The voices of Urban Institute's researchers and staff
June 24, 2016

Six lessons on what works in supporting women-owned businesses

Throughout the world, economic opportunities are less available to women than to men. Not only is the worldwide female labor force participation rate lower than it is for men, working women earn 10 to 30 percent less than their male counterparts. The share of girls who enroll and complete primary school remains less than boys'. Women hold only 22 percent of national parliament seats around the world. In a recent World Bank study, 90 percent of 173 surveyed countries had at least one law (e.g., prohibitions on women taking up certain jobs) preventing women from taking full advantage of economic opportunities.

While gender equality has improved in some respects, minimizing gender-based violence, early and forced marriages, and property-rights violations will take more work. The full realization of women’s economic potential is essential for achieving the ambitious United Nations Sustainable Development Goals, which will drive the global development agenda until 2030.

UN Secretary General Ban Ki-moon recently announced the first-ever High-Level Panel for Women’s Economic Empowerment to provide “action-oriented recommendations on how to improve economic outcomes for women” through expert consultations and civil-society engagement. The panel has identified “fostering female entrepreneurship and enhancing the productivity of women-owned enterprises” as one of six priorities for issues like legal barriers, the care economy, gender pay gaps, the informal economy, and financial and digital inclusion.

To support the panel with evidence-based input, the Urban Institute, Canada’s International Development Research Centre, and WEConnect International convened leading researchers and practitioners from development organizations, nonprofits, and the private sector to explore ways of supporting female entrepreneurship and improving the productivity of women-owned businesses. The group highlighted the following priorities:

  1. We need more evidence on effective strategies to grow women-owned businesses sustainably. The evidence for what works in financing, training, and mentoring female entrepreneurs is rising but remains limited in understanding how women-owned businesses can grow. Well-designed interventions that address gender-specific constraints can enhance women’s skills and capabilities. But single-sector interventions have limited impact, as women face multiple and intertwined constraints. For instance, improved access to credit without skills training will have limited positive impact.
  2. Stakeholders from across the value chain should be included in conversations about women’s empowerment. Women entrepreneurs do not operate in a vacuum, so while greater trade could support women-owned businesses in principle, legal barriers still hinder market entry and business growth in practice. Public procurement systems disadvantage small and women-owned businesses, and more transparent procurement policies and actions could help level the playing field.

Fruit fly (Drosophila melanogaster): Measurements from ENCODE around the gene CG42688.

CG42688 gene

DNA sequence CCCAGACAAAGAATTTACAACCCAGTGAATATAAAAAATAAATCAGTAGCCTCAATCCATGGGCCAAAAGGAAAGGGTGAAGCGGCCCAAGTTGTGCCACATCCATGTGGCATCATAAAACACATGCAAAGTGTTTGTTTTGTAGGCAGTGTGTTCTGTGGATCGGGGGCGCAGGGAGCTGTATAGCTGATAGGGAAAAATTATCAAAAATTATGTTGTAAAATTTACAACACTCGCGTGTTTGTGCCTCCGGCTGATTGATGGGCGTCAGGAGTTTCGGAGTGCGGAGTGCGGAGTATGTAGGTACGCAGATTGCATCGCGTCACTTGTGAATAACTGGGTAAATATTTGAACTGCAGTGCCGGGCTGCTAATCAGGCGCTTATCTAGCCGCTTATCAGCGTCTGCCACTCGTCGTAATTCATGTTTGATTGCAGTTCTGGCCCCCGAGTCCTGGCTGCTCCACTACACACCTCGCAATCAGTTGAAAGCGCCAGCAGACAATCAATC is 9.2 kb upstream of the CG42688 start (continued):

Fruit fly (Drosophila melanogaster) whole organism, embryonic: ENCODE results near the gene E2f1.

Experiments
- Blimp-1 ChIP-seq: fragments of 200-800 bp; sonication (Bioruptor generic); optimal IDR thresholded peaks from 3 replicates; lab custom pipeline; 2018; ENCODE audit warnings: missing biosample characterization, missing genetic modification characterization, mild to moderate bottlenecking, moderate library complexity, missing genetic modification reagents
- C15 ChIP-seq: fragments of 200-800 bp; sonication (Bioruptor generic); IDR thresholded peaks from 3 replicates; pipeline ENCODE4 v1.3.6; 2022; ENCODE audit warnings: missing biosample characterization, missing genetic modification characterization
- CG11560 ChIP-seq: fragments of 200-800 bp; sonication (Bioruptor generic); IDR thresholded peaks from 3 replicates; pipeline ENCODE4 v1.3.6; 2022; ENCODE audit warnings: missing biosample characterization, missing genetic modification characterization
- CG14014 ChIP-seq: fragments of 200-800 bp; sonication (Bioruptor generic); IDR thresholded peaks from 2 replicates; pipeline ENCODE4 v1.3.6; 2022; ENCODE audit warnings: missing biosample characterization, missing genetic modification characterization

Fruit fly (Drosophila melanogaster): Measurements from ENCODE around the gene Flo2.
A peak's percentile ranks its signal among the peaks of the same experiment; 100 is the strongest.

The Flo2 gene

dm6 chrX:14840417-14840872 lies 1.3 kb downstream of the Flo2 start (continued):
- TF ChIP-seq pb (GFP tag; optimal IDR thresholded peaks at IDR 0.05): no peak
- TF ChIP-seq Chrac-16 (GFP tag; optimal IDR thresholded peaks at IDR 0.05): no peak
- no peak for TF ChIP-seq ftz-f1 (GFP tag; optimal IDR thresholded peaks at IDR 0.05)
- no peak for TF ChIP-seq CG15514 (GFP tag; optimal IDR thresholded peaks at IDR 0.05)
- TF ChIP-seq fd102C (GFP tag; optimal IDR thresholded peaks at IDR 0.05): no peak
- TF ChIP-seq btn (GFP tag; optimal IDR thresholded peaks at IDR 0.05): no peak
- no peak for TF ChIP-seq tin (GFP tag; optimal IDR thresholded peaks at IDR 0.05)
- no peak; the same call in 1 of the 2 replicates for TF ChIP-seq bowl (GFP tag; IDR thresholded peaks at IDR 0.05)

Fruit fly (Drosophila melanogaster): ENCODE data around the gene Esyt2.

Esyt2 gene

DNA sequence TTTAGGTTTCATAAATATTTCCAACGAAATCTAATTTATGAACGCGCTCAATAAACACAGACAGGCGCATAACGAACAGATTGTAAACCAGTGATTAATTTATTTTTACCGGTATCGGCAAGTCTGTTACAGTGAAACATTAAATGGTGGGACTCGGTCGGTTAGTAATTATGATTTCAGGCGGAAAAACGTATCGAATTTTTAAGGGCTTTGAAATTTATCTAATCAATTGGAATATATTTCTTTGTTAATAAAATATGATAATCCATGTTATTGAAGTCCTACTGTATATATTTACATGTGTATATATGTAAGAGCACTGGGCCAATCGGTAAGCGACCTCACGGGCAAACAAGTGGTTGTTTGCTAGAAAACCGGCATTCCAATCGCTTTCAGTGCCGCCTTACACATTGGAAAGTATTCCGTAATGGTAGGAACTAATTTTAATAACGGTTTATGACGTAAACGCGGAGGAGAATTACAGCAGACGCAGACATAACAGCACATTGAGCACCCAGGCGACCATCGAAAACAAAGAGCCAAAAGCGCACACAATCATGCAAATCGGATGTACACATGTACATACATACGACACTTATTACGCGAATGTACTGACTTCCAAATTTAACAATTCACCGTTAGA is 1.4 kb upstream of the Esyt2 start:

3. The private sector is more interested than ever in promoting women’s economic inclusion. Many players in the private sector are committed to working with women-owned businesses. There is also increasing knowledge on the successes, failures, and practical challenges of doing this, which is being used to improve the design of new programs. We know that better preparing female entrepreneurs through targeted training programs improves their capacity to run more competitive businesses.
  4. Own-account workers, who are self-employed and lack continuous employment, face extreme vulnerabilities and lack capacity to avail business opportunities. Knowledge on what works for what type and size of enterprises is limited, and only a handful of women’s organizations and market facilitators such as India’s Self-Employed Women’s Association are equipped to help bridge this gap. As reconfirmed by a recent Urban Institute study focused on four Pakistani cities, women workers in the urban informal economy are particularly challenged and have limited access to public services and receive little support to foster sustainable livelihoods.
  5. Governments need to collect more and better data, including labor force and enterprise surveys. The lack of gender disaggregated data poses a significant challenge. Existing datasets focusing on women entrepreneurs, such as the Global Entrepreneurship Monitor, are growing rapidly, but coverage in low- and middle-income countries remains limited. Recent commitments by the Bill & Melinda Gates Foundation and other donors to support data collection will help make women workers more visible, facilitating greater public and private procurement from smaller women-owned enterprises.
  6. The discussion on female entrepreneurship should include the broader discourse on gender inequality. Many of the major constraints women face in business are embedded within more general gender constraints, such as access to assets for collateral, gender-based violence, and lack of safe public transit. Women’s choice between wage employment and starting their own business is directly informed by care responsibilities, which depend on social and cultural norms.

A trainee works at the Women's Development Center in Cambodia, a project focused on reducing poverty through increased access to services that support women's social and economic empowerment. Photo by Pring Samrang/Asian Development Bank/Flickr Creative Commons

SHARE THIS PAGE

As an organization, the Urban Institute does not take positions on issues. Experts are independent and empowered to share their evidence-based views and recommendations shaped by research.